Tuesday, July 22, 2014

Everyone has a story, some are found in the comments section on Jalopnik's Alpha Tango about a B-25 used to make beer cold in WW2 Libya

Dad and his crew picked up their brand new B-24 at the San Diego Ford plant, and after check-out flight loaded up for the run to North Africa, the crew chief (who was a gruff old German from Wisconsin … he named the plane, apparently after one of the bomb releases that hung up on a regular basis) spotted a Schwinn on the ramp, rode it over, and threw it up into the bomb-bay. They flew across country to Florida, diverting through, and I do mean THROUGH (Dad flew down Main Street lower that the clock tower on the county courthouse) my Dad's home town of Cleburne Texas, south of now DFW.

At Tampa (slogan: One a day in Tampa Bay), shortly before departing for the Azores, and on to North Africa, an MP rode up on a Harley scout bike and asked if they knew of the whereabouts of a bicycle that went missing from San Diego? After some discussion the bike was surrendered, and the MP climbed up on it and rode off. The Harley was quickly slid under the hull, hoisted up into the bomb-bay and the bomb-bay doors closed. Nobody came back to claim it, and after a few days, they flew across the Atlantic and Mediterranean with the motorcycle.

At the field in Benghazi (yes, THAT Benghazi) another crew chief offered them a Jeep in trade for the Harley, and since the whole crew could pile on a Jeep, they traded. Some time later a B-25 came in with an engine out, and the Jeep was commandeered for higher service. After staring at the B25 for a few days a bunch of the crew chiefs got together and fixed the engine. Dad and his co-pilot checked themselves out in the B-25. Dad figured that since it was only ½ of a B-24, it should be twice as easy to fly! Now, whenever a beer ration was issued they would stack in it the B-25, climb up from the screamingly hot desert to freezing altitude (somewhere around 20,000'), fly around until it was almost frozen, and make a screaming dive back down to the field where everyone would be waiting for a COLD beer, unheard of in Libya in 1943.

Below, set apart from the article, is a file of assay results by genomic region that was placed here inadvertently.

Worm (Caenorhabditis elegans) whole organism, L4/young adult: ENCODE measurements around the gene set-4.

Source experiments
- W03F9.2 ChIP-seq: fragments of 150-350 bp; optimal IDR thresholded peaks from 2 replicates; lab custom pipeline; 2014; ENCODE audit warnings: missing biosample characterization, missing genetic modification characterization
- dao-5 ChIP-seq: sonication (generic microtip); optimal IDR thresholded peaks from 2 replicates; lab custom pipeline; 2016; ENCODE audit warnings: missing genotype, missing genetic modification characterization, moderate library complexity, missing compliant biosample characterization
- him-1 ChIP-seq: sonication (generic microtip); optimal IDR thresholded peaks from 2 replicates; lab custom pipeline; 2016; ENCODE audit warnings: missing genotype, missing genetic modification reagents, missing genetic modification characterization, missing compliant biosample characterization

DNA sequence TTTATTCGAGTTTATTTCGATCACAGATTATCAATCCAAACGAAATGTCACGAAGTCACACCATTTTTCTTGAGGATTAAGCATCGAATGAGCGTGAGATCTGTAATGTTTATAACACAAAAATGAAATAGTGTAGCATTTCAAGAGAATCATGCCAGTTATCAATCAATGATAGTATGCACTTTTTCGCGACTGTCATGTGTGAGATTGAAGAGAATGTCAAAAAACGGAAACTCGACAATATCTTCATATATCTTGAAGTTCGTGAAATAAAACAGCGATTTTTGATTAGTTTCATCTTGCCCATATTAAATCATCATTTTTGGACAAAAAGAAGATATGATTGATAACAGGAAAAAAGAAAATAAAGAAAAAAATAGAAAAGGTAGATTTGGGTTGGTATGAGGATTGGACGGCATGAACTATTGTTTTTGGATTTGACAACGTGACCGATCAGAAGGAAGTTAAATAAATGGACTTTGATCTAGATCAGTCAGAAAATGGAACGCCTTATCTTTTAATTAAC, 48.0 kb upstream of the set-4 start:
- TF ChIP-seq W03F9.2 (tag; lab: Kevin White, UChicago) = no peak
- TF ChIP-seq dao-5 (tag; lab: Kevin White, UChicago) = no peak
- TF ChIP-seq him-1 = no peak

One day a T-6 landed, and a highly polished chicken colonel departed and marched over to Dad's plane. "Lt. I understand that you possess a B-25", Dad, "Well sir, we do put that one over there to use" The colonel had Dad give him a walk-around, and satisfied said "Lieutenants don't own B-25s, Colonels own B-25s", climbed aboard, fired up and flew it off.

this story is from http://hismiths.kinja.com/


If you've got a great story, share it! You can put it in the comments section, or email it to me at jbohjkl@yahoo.com

Squadron cars

Sunday, July 20, 2014

RV/Motorhome museum in Elkhart Indianna

Home of the Hunt Housecar

1931 Chevrolet Housecar owned by Mae West. Built for Paramount Studios to present to Miss West when she left vaudeville to make movies for the studio in 1931 It is a chauffer driven lounge car not a camper

the personal Road Chief of Hawley Bowlus (1935)

1967 Winnebago

1969 Pace Arrow

for many more: http://www.rvmhhalloffame.org/museuminv.cfm

Hot Wheels Snake and Mongoose drag race set

the 1975 Jeep brand variety

From top to bottom, the CJ, the Cherokee, the Wagoneer, and the Pioneer truck

Image from http://vandertorque.tumblr.com/

motorcycle leathers info

Within the motorcycle industry, the most popular animals to use of leather are cows, buffalo's, goats and sheep. Optionally, more exotic animals used for leather are kangaroo, deer and stingray and are known for its unique features and superior strength.

 Kangaroo leather, or K-leather, for instance, is known for its strength, light weight and durability and therefore suits the motorcycle apparel industry perfectly. Kangaroo leather, as recent studies have shown, has a prehistoric fibre structure, low level of weave and a low fat content, and therefore provides the rider with a superior strength against leathers from cabretta (hair sheep), goatskin or bovine (cow leather). Additionally, kangaroo leather is more flexible than its cow hide counterpart.

(K leather is 1/2 the weight of cow, and twice the strength) http://www.agvsport.com/everything_you_need_to_know_about_leather_and_more.php